Prices of city gas and power are scheduled to increase in October. The upcoming hike in city gas prices, which were already increased in May and July, will be higher than previous increase.
After its increase in April, power prices will go up higher in October as well. Lower income families, already suffering from higher necessities and food prices, must bear the brunt of higher public service prices. Hopes for inflation to peak in September and October and gradually stabilize are at risk of being slashed.
To make matters worse, public health care prices are slated to rise next year. The Ministry of Public Health and Welfare has decided to raise public health care service prices, which are paid out by the employer and individuals, to cover growing losses. Also, the Seoul Metropolitan Government is considering raising the basic meter fare by 800 won, currently at 3,800 won, to address the shortage of taxis in late hours and increasing late night fares up to 40 percent.
The government and politicians are responsible for the increase in public utility prices at a time when the burden of inflation is highest ever. The side effects of failing to timely adjust public service prices out of political fear are impacting the livelihoods of the people, coupled with the Ukraine war and the U.S. fiscal austerity measures. What is even more serious is that the agony is being concentrated on the lower income bracket, which is already at its limits.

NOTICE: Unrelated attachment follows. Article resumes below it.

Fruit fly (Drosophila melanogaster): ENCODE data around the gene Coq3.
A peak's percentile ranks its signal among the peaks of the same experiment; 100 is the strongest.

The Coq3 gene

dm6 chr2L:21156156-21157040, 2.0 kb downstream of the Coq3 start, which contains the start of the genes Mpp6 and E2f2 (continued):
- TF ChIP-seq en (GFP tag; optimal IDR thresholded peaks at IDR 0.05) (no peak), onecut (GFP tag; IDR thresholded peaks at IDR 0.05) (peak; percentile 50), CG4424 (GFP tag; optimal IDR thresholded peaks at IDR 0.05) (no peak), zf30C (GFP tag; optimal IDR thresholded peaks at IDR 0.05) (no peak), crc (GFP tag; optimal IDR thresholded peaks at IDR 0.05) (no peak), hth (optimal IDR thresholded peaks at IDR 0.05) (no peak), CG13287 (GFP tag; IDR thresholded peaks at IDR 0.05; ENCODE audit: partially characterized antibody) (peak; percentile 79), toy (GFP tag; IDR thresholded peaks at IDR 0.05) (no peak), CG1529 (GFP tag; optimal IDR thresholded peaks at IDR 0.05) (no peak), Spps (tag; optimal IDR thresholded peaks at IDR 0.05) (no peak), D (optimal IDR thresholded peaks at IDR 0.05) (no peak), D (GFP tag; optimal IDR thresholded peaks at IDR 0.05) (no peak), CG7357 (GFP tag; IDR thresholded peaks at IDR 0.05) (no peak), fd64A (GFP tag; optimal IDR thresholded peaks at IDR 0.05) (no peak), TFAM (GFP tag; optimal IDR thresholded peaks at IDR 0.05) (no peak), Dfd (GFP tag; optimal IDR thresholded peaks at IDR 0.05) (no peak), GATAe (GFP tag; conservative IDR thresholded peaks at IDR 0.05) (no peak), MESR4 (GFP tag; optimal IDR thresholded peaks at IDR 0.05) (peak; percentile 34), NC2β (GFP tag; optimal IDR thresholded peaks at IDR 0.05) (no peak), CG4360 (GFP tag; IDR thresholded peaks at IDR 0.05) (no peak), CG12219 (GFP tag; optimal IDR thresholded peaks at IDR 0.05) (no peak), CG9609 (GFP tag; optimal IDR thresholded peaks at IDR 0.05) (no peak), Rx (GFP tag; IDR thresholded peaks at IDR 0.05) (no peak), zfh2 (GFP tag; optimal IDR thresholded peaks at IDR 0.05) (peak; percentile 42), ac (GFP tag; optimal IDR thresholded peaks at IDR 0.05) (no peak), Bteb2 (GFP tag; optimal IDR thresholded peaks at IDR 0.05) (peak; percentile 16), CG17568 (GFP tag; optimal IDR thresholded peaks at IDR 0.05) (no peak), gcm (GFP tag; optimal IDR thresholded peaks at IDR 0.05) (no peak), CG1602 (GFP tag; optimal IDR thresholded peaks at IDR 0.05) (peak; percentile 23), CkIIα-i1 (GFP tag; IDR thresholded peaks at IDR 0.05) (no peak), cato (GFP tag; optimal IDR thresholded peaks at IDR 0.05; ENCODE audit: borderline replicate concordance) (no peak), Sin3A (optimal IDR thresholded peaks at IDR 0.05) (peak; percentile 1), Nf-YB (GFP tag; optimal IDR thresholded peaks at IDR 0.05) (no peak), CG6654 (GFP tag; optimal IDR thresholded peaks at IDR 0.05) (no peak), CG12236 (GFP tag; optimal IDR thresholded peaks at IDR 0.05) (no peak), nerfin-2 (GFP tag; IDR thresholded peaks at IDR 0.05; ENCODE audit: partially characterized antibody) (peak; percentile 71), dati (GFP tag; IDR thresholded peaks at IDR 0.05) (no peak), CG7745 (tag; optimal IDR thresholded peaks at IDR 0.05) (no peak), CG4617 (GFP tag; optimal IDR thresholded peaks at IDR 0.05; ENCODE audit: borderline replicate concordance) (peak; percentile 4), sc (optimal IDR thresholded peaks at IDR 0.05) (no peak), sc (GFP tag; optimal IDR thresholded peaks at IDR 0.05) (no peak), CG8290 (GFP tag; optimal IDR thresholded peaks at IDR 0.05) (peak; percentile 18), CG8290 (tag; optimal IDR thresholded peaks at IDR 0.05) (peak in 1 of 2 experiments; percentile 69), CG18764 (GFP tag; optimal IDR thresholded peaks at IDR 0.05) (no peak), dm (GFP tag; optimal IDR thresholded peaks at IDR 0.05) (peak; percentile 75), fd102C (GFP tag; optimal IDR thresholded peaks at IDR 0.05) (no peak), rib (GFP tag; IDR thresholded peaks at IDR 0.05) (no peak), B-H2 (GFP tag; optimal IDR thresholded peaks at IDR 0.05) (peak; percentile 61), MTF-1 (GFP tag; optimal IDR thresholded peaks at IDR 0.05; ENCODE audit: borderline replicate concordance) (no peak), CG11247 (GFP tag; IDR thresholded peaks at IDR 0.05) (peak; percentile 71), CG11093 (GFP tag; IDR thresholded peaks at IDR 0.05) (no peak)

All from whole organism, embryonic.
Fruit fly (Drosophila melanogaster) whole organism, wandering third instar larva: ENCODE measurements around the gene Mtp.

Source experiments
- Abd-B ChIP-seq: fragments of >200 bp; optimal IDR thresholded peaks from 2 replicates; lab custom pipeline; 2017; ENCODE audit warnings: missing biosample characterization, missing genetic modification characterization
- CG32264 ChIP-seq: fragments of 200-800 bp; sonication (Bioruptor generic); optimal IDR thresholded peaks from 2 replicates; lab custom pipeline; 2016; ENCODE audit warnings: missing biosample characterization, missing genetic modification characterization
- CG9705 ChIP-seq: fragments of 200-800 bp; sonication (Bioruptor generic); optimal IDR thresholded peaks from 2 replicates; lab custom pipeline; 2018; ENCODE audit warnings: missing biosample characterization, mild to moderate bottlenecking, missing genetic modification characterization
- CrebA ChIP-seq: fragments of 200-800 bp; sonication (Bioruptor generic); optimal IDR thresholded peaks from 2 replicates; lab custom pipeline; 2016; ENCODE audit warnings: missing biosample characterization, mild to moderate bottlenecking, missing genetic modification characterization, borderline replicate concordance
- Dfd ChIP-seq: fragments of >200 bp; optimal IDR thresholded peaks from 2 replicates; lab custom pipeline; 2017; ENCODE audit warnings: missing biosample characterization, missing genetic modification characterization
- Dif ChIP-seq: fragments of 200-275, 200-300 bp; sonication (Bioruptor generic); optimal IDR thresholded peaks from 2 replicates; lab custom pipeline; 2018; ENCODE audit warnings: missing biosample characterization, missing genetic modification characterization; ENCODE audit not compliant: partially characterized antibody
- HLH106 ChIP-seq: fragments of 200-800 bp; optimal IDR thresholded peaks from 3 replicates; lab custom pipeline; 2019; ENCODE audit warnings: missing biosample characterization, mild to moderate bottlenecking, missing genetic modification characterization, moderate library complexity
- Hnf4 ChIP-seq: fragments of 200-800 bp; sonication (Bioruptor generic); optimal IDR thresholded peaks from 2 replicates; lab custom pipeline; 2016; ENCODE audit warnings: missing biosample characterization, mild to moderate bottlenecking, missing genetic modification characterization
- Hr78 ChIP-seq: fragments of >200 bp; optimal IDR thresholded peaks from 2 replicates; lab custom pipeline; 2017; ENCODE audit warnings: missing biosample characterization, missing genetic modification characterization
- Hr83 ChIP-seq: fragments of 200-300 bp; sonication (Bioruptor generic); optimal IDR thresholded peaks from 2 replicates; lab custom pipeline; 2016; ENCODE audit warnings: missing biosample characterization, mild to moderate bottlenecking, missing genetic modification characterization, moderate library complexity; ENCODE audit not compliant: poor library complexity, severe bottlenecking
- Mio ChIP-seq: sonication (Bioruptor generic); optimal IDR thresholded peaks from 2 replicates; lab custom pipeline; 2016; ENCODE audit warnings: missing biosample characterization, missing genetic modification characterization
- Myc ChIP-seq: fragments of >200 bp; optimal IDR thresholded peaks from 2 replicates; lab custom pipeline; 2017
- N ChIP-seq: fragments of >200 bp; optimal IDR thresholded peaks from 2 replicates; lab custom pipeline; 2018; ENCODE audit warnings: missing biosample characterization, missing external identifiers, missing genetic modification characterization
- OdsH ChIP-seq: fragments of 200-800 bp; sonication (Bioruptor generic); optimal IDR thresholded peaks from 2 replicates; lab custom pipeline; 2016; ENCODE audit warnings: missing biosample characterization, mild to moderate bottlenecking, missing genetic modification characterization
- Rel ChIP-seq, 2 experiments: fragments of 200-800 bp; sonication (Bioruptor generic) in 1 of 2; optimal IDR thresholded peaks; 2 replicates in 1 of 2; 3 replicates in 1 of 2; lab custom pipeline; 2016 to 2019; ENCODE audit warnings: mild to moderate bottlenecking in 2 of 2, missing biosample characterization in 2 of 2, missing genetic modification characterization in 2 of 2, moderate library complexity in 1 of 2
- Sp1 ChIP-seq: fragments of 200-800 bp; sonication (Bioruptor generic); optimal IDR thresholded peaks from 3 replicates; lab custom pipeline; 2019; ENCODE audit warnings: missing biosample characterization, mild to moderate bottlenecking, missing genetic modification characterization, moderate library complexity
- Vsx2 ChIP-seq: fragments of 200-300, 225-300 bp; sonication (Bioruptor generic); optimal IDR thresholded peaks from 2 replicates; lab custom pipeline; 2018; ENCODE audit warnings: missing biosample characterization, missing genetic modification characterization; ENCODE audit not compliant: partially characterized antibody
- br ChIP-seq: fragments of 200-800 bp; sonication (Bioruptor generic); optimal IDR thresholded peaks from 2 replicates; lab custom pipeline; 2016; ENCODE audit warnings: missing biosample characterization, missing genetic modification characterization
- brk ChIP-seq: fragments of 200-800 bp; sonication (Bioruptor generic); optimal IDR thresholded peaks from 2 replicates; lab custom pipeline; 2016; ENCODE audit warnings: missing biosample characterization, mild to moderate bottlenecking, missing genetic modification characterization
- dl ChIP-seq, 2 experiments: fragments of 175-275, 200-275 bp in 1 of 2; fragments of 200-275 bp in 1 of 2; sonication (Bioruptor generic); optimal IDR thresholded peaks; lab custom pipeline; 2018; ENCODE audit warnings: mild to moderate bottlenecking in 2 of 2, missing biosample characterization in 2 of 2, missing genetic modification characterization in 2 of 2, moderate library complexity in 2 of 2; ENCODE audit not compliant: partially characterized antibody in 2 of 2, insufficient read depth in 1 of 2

The price of global LNG prices in the first half of the year doubling against the price of the previous year, causing losses of more than 5 trillion won to the Korean Gas Corporation. The annual losses of KEPCO, which increased portion of LNG generated power, is nearing 30 trillion won. The strengthening of the dollar, which has grown to its highest since the global financial crisis, is also impacting higher public service prices. Eventually, it will be difficult for the government to turn a blind eye to snowballing losses at public utility services.
Nevertheless, the additional burden of higher utility prices weighs down on lower income families, particularly those suffering through COVID-19 and inflation. The family of a mother and two daughters in Suwon made a tragic decision to take away their own lives when they couldn't afford to pay their public health care fare of 270,000 won for the last 16 months. If price hike is inevitable, the government should come up with measures to minimize the troubles of lower income brackets, such as distributing energy vouchers. It is particularly essential to build seamless and powerful policies for the elderly living alone, disabled families and others who remain sidelined.